One of the few guilty pleasures enjoyed by professional television critics every year at this time is the opportunity to rip into voting members of the Academy of Television Arts & Sciences about the egregious omissions and questionable choices inherent in their annual nominations for the Primetime Emmy Awards. Once the nominees are announced there is always a level of palpable frustration and exasperation that makes for blistering copy, if nothing else.
But the copy might not be so hot this year, because for the first time in a long time the Academy made smart choices all around. With one exception, there isn't an outrageous oversight or infuriating inclusion to be found. Not every terrific series was recognized, nor every great performance, but how could they be when there are so many outstanding shows and extraordinary actors working on television today?
Perhaps the answer to that happy dilemma is to increase the number of nominations in each series and acting category to eight or even 10, allowing for more excitement within the industry, not to mention the all-important television audience. Note to all concerned: Please give this some serious thought. What's the downside, other than it taking a few more seconds to list the nominees in these categories during the Awards telecast itself?
The one distressing exception noted above is the failure of the Academy to nominate Kyra Sedgwick of TNT's "The Closer" as Outstanding Lead Actress in a Drama Series, even though she has been nominated five times for her role on the show and won last year. I thought she had a strong chance of winning a second consecutive award, but she's not even in the running. What gives? Did Sedgwick piss off key voting members when she decided to leave her hugely popular show at the end of its seventh season?
There are other disappointing omissions throughout the series and acting categories, even if they aren't profound enough to warrant seismic outrage. For example, and staying with the Outstanding Lead Actress in a Drama Series category, where is the love for Katey Sagal of FX's intense biker drama "Sons of Anarchy"? She won a Golden Globe for her work on the show earlier this year. Shouldn't a well-deserved Emmy nomination have followed?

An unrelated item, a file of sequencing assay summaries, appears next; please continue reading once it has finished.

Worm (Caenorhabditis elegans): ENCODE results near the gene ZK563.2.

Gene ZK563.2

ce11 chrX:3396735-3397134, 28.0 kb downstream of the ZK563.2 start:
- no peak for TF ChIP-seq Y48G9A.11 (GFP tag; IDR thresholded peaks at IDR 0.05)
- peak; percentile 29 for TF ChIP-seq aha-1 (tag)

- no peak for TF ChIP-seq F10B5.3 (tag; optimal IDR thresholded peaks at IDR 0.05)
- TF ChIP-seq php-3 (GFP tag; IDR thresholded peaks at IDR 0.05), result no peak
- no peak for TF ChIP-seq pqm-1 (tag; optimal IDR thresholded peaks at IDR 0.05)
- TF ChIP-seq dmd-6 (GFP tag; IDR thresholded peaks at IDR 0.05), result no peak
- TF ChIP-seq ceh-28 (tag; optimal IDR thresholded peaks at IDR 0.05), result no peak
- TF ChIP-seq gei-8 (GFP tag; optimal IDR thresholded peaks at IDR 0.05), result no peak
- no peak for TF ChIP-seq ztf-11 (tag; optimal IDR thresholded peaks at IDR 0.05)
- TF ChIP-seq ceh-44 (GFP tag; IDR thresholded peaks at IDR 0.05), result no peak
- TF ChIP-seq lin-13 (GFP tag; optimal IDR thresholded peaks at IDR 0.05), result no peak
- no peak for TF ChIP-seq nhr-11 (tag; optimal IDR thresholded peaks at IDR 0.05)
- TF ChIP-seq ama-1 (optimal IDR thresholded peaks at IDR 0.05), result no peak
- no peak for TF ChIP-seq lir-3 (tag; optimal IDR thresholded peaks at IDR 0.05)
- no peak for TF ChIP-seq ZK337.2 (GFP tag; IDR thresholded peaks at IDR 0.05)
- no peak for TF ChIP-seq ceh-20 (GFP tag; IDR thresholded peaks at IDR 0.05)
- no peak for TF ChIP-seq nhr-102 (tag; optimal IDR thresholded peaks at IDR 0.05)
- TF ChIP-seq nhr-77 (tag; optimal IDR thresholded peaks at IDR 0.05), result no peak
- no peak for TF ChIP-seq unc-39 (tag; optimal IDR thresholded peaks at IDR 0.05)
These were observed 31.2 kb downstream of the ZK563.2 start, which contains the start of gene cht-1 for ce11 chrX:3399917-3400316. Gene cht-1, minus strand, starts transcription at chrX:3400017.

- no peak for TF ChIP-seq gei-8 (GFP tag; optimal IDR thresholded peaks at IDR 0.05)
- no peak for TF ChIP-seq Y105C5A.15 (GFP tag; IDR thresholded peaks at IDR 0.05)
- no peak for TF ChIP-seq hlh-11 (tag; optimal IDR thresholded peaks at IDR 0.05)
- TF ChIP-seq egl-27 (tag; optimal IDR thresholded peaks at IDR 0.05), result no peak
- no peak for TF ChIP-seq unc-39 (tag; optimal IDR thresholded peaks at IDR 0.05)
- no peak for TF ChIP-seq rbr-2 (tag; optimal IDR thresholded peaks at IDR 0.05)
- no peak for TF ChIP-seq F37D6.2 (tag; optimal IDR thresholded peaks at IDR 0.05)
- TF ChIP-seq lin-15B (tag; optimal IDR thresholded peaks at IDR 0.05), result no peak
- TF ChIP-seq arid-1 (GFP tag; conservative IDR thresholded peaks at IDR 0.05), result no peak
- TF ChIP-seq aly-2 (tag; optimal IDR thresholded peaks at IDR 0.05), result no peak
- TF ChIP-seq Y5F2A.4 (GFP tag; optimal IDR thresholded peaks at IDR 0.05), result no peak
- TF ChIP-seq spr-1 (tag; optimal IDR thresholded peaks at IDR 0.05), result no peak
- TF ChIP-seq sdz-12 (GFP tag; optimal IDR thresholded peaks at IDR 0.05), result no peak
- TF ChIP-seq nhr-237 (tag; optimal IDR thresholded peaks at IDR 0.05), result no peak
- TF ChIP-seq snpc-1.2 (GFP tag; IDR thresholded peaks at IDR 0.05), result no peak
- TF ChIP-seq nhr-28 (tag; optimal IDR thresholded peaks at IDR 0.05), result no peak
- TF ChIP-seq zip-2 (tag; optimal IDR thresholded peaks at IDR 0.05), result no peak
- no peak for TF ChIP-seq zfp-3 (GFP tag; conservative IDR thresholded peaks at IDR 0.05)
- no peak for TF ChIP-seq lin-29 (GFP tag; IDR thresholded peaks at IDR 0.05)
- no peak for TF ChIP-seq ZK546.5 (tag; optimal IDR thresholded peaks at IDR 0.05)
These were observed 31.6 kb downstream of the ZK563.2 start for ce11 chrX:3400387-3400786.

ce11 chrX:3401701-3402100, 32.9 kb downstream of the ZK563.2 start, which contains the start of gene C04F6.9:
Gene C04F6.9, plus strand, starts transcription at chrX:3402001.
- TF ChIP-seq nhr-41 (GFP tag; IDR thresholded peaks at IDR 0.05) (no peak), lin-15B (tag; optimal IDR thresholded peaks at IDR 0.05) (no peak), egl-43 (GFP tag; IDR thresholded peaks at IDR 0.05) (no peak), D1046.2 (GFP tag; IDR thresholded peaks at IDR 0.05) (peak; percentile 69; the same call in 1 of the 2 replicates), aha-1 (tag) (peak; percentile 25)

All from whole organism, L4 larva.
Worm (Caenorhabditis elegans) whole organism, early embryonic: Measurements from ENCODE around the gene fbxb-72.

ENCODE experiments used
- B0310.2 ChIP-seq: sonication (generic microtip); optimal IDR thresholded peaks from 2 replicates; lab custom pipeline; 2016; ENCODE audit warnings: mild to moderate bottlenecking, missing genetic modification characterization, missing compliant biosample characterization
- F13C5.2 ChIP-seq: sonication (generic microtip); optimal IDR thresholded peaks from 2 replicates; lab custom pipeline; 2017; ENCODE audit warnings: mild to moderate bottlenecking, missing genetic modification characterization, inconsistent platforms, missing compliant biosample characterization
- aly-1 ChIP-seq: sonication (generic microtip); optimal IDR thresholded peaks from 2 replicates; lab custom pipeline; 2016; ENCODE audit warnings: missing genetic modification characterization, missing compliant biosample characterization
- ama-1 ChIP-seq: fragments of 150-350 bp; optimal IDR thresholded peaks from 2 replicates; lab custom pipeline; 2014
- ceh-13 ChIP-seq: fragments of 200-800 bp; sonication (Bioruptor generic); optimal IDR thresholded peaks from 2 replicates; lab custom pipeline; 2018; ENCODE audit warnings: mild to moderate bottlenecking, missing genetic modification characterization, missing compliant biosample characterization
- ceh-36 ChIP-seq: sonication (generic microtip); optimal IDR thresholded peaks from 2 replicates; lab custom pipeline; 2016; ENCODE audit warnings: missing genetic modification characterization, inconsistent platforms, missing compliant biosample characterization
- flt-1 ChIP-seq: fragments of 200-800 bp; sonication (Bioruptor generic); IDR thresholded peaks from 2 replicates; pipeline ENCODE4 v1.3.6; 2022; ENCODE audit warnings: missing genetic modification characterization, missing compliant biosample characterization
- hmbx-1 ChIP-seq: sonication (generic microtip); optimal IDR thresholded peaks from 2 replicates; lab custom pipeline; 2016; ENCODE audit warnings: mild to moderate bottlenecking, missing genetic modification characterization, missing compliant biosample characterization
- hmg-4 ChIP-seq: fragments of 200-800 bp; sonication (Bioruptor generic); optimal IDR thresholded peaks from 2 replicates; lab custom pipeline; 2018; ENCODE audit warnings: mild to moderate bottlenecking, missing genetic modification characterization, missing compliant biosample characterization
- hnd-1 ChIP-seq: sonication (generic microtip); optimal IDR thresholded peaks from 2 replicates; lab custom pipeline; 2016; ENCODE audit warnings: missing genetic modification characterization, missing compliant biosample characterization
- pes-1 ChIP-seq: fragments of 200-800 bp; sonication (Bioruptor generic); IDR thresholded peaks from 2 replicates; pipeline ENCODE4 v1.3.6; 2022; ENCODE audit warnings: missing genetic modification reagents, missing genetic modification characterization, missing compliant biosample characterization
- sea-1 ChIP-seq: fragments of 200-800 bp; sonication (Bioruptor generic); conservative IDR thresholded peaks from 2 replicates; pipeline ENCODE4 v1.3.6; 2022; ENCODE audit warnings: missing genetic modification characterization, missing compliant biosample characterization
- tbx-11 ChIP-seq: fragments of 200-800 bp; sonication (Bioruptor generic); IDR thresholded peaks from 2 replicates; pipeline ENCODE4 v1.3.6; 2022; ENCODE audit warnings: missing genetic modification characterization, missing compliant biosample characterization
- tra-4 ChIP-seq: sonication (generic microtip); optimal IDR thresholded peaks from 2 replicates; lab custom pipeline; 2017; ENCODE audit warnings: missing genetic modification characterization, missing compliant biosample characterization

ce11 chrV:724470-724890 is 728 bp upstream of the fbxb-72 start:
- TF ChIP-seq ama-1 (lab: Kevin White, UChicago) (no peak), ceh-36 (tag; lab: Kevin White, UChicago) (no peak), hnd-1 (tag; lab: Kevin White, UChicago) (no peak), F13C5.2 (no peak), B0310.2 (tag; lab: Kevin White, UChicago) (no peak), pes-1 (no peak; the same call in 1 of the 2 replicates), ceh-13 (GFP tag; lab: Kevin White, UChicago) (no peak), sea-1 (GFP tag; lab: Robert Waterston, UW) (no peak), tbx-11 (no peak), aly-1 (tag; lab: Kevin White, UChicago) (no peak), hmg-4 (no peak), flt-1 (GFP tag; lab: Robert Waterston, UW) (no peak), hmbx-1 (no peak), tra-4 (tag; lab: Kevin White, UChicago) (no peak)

Other notable snubs in the Drama arena include FX's "Justified," which puzzlingly nabbed nominations in four acting categories but not one for Outstanding Drama Series; the absence of the singularly brilliant John Noble of Fox's "Fringe" and the endlessly fascinating Michael Shannon of HBO's "Boardwalk Empire" from the Outstanding Supporting Actor in a Drama Series category; and the exclusion of the effortlessly disarming Kiernan Shipka of AMC's "Mad Men" from the nominees for Outstanding Supporting Actress in a Drama Series.
The nominees in the Comedy categories are more problematic overall -- though, again, they aren't worth getting all worked up over. I would have preferred to see FX's "Louie," ABC's "The Middle" and Fox's "Raising Hope" among the contenders for Outstanding Comedy Series, rather than those stale category stalwarts from NBC, "The Office" and "30 Rock," and Fox's "Glee," which suffered one of the worst sophomore slumps since the second-season slide of ABC's "Desperate Housewives." I'm thrilled to see Louis C.K. of "Louie" and Johnny Galecki of CBS' "The Big Bang Theory" among the nominees for Outstanding Lead Actor in a Comedy Series, though I wish there had been room for Joel McHale of NBC's "Community."
I also wish that Patricia Heaton of "The Middle" and Courteney Cox of ABC's "Cougar Town" had been nominated for Outstanding Lead Actress in a Comedy Series rather than any of the actresses who were recognized, with the exception of Edie Falco of Showtime's "Nurse Jackie." Toni Collette of Showtime's "United States of Tara" should have been included in this category as well (even if "Tara," like most of Showtime's half-hour series, is more a drama than a comedy). Collette won the Emmy for "Tara" two years ago and was even more breathtaking this past season.
In the supporting categories there is nothing much to complain about, though I would have liked to see Eve Best of "Nurse Jackie" or Heather Morris of "Glee" included rather than Jane Krakowski of "30 Rock."
Overall, and regardless of the outcomes, the nominees in the drama and comedy categories reflect the sheer volume of outstanding work being done today in scripted series television. (Collectively, it far exceeds what passes for mainstream movie entertainment.) Now let's hope that the Emmy telecast itself -- traditionally one of the most distressing television presentations of the year -- can rise to the level of its own nomination process. I'll be happy if it's half as entertaining and rewarding as the recent Tony Awards.